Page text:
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Explore: Aaron Moushon

Explore: Aaron Moushon

Aaron Moushon

Director, Explore Andrews Program

 

 

What is the Explore Andrews Program?

It’s Andrews University’s academic exploration program. Now, an academic exploration program is the industry term that people all around the country use to define working with students who don’t exactly know what course of study they want to choose when they come to college. They know that they want to attend college or university, whether they want to expand their knowledge base or they know that it’s really a key for having more options in the future, but they don’t know exactly what they want to study. Those people make up a third of the students I work with. About another third are probably students who have a professional goal in mind, but there’s not a specific undergraduate degree; I get a lot of pre-law and pre-med students who know what they want to do for graduate school, but they don’t know what their undergraduate program should be. Then I have a diversity of students who have a myriad of interests that they want to study in, i.e. students who have double majors and minors who rather than having four or five advisors, work with me.

 

Can you explain the difference than from being a student who is Undeclared to what is now a student in the Explore Andrews Program?

As an institution, we are constantly assessing ourselves to ask, “Are we doing what’s right for our students?” One of the areas we looked at showed us that we had a lot of students that were not graduating in a timely manner—as in seven to eight years in undergraduate studies. When we really dove into it we saw that they kept changing their major over and over again. We found that close to 80 percent of our students make some kind of major change during their four years. It came down to this: these students were uncomfortable with the major they had because being Undeclared had a stigma—they felt that there was a need to claim an area of study. Because of that, we kind of wanted to get rid of the idea of being undeclared. The terminology, at least to me, of being undeclared implied a non-something—I could see why it made people feel like it was nothing.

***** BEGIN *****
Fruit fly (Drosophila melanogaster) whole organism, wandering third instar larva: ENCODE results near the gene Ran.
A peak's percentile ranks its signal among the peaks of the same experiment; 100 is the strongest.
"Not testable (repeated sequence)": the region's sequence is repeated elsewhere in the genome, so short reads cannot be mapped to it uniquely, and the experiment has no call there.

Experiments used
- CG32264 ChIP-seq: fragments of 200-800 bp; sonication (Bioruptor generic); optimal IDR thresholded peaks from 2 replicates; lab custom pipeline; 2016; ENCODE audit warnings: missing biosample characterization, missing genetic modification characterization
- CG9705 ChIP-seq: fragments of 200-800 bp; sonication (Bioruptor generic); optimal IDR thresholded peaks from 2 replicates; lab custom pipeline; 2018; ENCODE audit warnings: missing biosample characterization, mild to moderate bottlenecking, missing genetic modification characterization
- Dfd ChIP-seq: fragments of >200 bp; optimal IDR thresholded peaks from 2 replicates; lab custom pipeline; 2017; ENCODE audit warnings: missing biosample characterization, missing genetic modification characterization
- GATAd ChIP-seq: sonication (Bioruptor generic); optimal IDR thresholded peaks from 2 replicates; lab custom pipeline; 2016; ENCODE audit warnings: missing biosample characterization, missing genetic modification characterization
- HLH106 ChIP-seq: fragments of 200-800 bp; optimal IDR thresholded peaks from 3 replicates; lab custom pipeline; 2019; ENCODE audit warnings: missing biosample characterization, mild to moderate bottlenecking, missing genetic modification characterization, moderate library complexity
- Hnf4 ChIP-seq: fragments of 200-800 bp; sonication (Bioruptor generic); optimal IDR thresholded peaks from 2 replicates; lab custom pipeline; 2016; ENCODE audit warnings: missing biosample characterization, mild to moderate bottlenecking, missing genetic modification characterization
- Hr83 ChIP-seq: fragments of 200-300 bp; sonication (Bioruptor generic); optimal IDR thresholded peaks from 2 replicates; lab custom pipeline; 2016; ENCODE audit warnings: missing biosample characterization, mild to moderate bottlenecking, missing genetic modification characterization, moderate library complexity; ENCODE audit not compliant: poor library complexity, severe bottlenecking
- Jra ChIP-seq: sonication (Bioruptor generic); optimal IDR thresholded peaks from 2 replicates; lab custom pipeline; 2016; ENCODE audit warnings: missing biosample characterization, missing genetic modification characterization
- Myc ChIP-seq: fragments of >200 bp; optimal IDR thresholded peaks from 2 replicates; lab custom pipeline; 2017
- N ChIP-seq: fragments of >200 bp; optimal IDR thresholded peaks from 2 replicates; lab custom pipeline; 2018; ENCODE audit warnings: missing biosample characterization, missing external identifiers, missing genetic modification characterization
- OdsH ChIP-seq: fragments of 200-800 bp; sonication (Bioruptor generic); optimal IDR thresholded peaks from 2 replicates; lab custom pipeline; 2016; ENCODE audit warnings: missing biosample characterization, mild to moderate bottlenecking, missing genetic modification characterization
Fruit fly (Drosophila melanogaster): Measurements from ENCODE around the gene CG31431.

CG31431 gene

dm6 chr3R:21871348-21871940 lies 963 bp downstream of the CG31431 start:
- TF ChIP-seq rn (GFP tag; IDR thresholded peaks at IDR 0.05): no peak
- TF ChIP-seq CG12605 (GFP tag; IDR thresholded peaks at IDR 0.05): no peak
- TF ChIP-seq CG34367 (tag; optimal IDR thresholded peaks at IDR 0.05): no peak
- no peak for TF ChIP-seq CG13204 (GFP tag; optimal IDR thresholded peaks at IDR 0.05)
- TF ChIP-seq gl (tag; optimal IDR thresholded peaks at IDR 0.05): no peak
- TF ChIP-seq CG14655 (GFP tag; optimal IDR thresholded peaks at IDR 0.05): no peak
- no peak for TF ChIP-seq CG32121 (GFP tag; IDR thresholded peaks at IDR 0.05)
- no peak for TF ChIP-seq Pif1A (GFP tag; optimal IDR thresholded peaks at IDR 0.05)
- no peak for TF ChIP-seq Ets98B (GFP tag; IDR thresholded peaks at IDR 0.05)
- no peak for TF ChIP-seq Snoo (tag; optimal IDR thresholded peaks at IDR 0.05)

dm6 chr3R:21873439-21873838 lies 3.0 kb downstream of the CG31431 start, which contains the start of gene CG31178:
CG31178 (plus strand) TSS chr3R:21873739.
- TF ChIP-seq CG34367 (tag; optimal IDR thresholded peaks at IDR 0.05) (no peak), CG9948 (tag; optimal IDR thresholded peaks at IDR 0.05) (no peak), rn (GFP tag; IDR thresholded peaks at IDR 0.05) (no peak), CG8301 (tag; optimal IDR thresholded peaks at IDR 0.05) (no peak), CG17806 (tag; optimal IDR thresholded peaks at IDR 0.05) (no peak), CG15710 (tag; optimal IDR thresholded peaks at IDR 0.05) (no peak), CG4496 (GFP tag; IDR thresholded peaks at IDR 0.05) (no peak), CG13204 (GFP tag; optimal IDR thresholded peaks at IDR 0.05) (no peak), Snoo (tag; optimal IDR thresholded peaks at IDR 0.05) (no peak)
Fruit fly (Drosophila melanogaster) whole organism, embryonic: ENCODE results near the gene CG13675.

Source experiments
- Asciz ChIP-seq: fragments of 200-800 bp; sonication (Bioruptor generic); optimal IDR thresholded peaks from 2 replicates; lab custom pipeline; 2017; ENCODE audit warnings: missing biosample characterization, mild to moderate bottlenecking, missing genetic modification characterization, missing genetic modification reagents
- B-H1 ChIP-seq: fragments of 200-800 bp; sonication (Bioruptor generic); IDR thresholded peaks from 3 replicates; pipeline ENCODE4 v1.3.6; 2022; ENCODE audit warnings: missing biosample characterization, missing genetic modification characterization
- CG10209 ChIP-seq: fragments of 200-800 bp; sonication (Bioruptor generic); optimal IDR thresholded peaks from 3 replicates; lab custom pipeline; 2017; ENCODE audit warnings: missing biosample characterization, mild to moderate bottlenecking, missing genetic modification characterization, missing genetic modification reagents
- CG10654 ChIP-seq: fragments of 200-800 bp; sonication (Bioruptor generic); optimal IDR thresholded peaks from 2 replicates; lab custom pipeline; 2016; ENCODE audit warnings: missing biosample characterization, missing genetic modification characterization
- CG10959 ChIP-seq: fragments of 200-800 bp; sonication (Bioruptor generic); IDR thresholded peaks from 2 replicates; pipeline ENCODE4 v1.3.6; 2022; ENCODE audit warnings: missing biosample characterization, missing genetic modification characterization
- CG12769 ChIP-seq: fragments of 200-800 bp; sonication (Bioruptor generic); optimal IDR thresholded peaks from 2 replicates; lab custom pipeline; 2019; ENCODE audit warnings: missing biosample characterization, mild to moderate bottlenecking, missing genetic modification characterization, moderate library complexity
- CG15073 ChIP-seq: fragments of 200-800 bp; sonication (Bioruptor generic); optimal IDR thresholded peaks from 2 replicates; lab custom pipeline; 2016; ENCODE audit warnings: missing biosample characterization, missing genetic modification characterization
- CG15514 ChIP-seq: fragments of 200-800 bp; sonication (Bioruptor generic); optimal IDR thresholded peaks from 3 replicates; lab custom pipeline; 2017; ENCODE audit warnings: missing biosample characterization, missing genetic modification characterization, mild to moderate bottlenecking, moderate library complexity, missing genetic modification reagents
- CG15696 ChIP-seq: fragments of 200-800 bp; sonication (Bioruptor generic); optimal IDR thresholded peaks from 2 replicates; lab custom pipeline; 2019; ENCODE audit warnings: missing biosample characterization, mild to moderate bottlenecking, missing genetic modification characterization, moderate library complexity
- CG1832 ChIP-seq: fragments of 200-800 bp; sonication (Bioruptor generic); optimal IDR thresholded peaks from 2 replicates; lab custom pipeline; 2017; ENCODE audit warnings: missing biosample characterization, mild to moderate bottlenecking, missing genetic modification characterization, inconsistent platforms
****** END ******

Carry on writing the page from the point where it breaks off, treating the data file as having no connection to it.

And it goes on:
When you come to school, I hear it so much during orientation week, people ask “What’s your name?” and “What’s your major?” When you don’t have a major, you begin to have this identity crisis—you’ve been here on campus for a week and you still don’t have a major. I want to pull “major” away from the student’s identity. Each one is their own individual experience and interests; they bring so much to the table regardless of what their major is. Personally I want to partner with students during their journey to better understand career options and work options, to learn to be a professional and to learn what life will be like after school; I want to help them transition into a comfortable, educated and professional adult, regardless of what they studied as an undergrad.

 

What led you to take up the mantle of Director of the Explore Andrews Program?